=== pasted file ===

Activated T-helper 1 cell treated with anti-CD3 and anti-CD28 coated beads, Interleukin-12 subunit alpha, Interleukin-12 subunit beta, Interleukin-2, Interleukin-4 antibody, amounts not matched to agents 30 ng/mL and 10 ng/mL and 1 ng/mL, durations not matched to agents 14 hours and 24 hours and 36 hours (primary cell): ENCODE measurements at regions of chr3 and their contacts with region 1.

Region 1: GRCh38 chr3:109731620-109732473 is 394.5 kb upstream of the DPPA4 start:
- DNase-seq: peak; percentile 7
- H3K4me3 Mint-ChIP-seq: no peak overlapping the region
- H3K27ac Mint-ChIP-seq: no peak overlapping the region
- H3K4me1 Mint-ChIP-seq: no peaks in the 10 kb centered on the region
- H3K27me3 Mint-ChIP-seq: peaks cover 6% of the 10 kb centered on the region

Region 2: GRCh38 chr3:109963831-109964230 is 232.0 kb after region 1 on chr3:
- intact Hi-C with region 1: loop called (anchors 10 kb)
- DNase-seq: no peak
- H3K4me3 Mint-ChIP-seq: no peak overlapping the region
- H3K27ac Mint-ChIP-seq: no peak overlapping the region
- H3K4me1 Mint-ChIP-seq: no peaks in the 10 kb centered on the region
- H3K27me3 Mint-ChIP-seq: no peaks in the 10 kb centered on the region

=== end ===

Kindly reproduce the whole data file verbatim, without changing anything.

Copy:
Activated T-helper 1 cell treated with anti-CD3 and anti-CD28 coated beads, Interleukin-12 subunit alpha, Interleukin-12 subunit beta, Interleukin-2, Interleukin-4 antibody, amounts not matched to agents 30 ng/mL and 10 ng/mL and 1 ng/mL, durations not matched to agents 14 hours and 24 hours and 36 hours (primary cell): ENCODE measurements at regions of chr3 and their contacts with region 1.

Region 1: GRCh38 chr3:109731620-109732473 is 394.5 kb upstream of the DPPA4 start:
- DNase-seq: peak; percentile 7
- H3K4me3 Mint-ChIP-seq: no peak overlapping the region
- H3K27ac Mint-ChIP-seq: no peak overlapping the region
- H3K4me1 Mint-ChIP-seq: no peaks in the 10 kb centered on the region
- H3K27me3 Mint-ChIP-seq: peaks cover 6% of the 10 kb centered on the region

Region 2: GRCh38 chr3:109963831-109964230 is 232.0 kb after region 1 on chr3:
- intact Hi-C with region 1: loop called (anchors 10 kb)
- DNase-seq: no peak
- H3K4me3 Mint-ChIP-seq: no peak overlapping the region
- H3K27ac Mint-ChIP-seq: no peak overlapping the region
- H3K4me1 Mint-ChIP-seq: no peaks in the 10 kb centered on the region
- H3K27me3 Mint-ChIP-seq: no peaks in the 10 kb centered on the region